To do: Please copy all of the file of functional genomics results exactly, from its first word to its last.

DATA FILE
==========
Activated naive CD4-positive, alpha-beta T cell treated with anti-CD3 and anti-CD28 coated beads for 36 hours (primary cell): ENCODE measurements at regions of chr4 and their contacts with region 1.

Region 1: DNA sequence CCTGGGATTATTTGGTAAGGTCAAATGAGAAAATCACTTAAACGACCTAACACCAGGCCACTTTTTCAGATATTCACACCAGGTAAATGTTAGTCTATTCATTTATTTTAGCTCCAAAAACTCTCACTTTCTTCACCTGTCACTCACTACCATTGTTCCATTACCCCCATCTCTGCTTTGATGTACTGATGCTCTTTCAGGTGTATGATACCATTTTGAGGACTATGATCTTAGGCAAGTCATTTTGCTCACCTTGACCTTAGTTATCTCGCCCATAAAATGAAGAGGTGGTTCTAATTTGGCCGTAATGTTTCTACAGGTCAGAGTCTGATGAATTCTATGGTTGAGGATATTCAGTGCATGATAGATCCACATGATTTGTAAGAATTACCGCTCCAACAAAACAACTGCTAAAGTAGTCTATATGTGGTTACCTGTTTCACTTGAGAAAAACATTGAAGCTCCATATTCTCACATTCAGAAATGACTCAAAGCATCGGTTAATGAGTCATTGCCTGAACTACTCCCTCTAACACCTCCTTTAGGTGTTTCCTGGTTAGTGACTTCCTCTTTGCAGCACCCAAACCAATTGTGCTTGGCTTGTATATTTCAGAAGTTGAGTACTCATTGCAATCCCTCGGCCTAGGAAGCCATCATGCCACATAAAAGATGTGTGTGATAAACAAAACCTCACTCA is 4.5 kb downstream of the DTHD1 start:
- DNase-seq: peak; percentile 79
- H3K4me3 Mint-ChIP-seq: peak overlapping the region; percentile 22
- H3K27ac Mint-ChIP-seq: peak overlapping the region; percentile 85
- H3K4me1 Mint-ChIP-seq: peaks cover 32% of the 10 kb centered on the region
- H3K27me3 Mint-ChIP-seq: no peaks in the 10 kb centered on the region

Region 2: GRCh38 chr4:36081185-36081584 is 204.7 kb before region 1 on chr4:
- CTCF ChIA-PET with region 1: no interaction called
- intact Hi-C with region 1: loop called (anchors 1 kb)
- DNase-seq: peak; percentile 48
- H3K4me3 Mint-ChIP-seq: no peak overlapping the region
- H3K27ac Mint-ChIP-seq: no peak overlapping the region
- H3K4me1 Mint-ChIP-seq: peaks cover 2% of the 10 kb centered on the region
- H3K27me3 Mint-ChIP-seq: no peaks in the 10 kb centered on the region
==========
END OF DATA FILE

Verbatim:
Activated naive CD4-positive, alpha-beta T cell treated with anti-CD3 and anti-CD28 coated beads for 36 hours (primary cell): ENCODE measurements at regions of chr4 and their contacts with region 1.

Region 1: DNA sequence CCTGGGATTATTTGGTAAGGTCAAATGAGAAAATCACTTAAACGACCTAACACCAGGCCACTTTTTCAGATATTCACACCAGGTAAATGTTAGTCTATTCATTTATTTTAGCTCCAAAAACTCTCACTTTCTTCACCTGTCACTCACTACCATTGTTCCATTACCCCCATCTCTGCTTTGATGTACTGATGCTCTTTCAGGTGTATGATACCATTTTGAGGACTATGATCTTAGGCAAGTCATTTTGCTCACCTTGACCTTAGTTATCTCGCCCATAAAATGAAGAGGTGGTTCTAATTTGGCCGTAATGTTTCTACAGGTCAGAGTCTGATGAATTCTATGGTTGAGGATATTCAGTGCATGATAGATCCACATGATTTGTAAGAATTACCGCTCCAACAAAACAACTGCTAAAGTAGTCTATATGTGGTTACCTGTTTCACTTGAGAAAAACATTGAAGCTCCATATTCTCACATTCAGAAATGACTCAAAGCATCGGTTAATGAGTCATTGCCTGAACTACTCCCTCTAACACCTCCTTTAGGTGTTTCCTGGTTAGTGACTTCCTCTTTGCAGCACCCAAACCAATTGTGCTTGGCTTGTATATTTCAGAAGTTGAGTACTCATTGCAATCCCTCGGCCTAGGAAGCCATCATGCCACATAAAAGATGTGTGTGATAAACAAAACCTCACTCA is 4.5 kb downstream of the DTHD1 start:
- DNase-seq: peak; percentile 79
- H3K4me3 Mint-ChIP-seq: peak overlapping the region; percentile 22
- H3K27ac Mint-ChIP-seq: peak overlapping the region; percentile 85
- H3K4me1 Mint-ChIP-seq: peaks cover 32% of the 10 kb centered on the region
- H3K27me3 Mint-ChIP-seq: no peaks in the 10 kb centered on the region

Region 2: GRCh38 chr4:36081185-36081584 is 204.7 kb before region 1 on chr4:
- CTCF ChIA-PET with region 1: no interaction called
- intact Hi-C with region 1: loop called (anchors 1 kb)
- DNase-seq: peak; percentile 48
- H3K4me3 Mint-ChIP-seq: no peak overlapping the region
- H3K27ac Mint-ChIP-seq: no peak overlapping the region
- H3K4me1 Mint-ChIP-seq: peaks cover 2% of the 10 kb centered on the region
- H3K27me3 Mint-ChIP-seq: no peaks in the 10 kb centered on the region